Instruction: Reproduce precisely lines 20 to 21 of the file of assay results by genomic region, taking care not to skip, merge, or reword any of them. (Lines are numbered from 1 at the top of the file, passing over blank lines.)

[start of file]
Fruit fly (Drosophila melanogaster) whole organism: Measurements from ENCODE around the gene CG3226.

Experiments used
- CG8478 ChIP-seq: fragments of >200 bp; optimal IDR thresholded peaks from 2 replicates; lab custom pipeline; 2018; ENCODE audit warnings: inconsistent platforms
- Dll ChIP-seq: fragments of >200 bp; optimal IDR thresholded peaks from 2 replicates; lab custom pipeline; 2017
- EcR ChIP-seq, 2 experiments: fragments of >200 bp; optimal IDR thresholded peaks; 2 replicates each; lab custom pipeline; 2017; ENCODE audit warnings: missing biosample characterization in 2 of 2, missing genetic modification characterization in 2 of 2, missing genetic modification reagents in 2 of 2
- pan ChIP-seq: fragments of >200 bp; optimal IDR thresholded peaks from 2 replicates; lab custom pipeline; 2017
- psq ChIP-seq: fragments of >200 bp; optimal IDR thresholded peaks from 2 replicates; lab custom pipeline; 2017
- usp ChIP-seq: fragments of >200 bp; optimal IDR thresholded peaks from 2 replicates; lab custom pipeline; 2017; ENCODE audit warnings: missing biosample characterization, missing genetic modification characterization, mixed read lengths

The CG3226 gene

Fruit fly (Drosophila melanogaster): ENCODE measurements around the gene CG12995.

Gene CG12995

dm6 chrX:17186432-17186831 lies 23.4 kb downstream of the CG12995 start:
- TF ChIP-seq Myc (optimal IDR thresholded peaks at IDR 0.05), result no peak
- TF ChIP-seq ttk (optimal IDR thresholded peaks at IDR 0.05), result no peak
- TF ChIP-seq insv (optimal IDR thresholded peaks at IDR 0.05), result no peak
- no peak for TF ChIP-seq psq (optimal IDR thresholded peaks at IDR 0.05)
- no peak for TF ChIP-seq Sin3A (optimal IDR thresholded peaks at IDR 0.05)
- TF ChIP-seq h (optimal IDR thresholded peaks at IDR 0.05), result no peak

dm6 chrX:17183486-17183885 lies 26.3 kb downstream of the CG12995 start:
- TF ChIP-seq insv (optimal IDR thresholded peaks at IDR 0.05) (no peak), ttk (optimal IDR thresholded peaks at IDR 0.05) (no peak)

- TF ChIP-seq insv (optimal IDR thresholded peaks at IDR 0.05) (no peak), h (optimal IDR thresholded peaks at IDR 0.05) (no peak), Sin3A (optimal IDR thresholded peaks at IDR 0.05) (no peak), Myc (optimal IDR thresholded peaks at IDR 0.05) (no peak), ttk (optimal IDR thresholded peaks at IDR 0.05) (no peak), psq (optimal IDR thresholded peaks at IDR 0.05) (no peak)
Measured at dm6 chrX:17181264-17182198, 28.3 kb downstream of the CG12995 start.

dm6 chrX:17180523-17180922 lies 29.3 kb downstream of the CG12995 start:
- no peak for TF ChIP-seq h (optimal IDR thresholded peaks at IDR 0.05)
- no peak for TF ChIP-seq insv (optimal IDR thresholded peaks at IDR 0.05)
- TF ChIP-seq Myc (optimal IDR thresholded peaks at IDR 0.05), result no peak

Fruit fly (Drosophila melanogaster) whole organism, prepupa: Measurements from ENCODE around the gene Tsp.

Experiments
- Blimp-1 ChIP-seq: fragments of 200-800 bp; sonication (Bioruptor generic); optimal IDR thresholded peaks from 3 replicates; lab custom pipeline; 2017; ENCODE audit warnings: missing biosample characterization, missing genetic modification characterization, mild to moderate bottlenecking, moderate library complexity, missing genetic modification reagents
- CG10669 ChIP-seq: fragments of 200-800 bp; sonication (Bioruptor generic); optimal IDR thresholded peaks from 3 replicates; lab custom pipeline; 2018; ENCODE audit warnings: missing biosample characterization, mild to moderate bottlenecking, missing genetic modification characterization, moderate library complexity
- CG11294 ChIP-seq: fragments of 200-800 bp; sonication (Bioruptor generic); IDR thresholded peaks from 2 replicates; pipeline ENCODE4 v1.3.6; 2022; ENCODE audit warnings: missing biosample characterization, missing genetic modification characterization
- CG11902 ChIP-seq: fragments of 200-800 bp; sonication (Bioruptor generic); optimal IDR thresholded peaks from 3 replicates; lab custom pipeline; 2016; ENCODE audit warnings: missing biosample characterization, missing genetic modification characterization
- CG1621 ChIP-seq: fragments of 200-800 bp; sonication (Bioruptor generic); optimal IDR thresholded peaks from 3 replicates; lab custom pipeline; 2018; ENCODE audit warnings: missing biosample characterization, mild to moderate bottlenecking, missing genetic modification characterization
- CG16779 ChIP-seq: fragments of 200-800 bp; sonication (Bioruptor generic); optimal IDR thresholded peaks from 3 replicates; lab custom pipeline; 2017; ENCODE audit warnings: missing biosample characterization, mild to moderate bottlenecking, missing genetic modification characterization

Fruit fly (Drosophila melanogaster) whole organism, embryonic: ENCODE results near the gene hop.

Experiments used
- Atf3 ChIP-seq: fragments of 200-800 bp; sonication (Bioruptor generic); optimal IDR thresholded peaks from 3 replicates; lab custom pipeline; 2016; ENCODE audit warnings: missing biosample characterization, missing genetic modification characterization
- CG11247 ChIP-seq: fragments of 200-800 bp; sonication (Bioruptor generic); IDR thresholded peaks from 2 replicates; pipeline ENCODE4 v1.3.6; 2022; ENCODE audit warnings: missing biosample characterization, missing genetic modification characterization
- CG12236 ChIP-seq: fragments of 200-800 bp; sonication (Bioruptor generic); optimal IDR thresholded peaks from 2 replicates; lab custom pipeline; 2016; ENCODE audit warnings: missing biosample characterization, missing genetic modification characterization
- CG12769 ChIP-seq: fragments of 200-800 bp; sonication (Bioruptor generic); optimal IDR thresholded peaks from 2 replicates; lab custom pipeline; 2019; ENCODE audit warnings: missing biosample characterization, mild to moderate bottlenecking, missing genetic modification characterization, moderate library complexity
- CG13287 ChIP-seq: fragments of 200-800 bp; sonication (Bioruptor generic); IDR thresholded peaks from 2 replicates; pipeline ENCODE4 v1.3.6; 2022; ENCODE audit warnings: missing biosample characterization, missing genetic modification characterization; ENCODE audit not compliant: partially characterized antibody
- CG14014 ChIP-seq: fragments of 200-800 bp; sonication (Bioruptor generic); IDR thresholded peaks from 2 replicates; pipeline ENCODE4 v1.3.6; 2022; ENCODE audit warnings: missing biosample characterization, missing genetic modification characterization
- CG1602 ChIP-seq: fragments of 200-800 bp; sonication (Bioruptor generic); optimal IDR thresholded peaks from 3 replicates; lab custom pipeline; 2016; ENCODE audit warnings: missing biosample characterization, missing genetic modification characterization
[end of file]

- TF ChIP-seq insv (optimal IDR thresholded peaks at IDR 0.05) (no peak), ttk (optimal IDR thresholded peaks at IDR 0.05) (no peak)

- TF ChIP-seq insv (optimal IDR thresholded peaks at IDR 0.05) (no peak), h (optimal IDR thresholded peaks at IDR 0.05) (no peak), Sin3A (optimal IDR thresholded peaks at IDR 0.05) (no peak), Myc (optimal IDR thresholded peaks at IDR 0.05) (no peak), ttk (optimal IDR thresholded peaks at IDR 0.05) (no peak), psq (optimal IDR thresholded peaks at IDR 0.05) (no peak)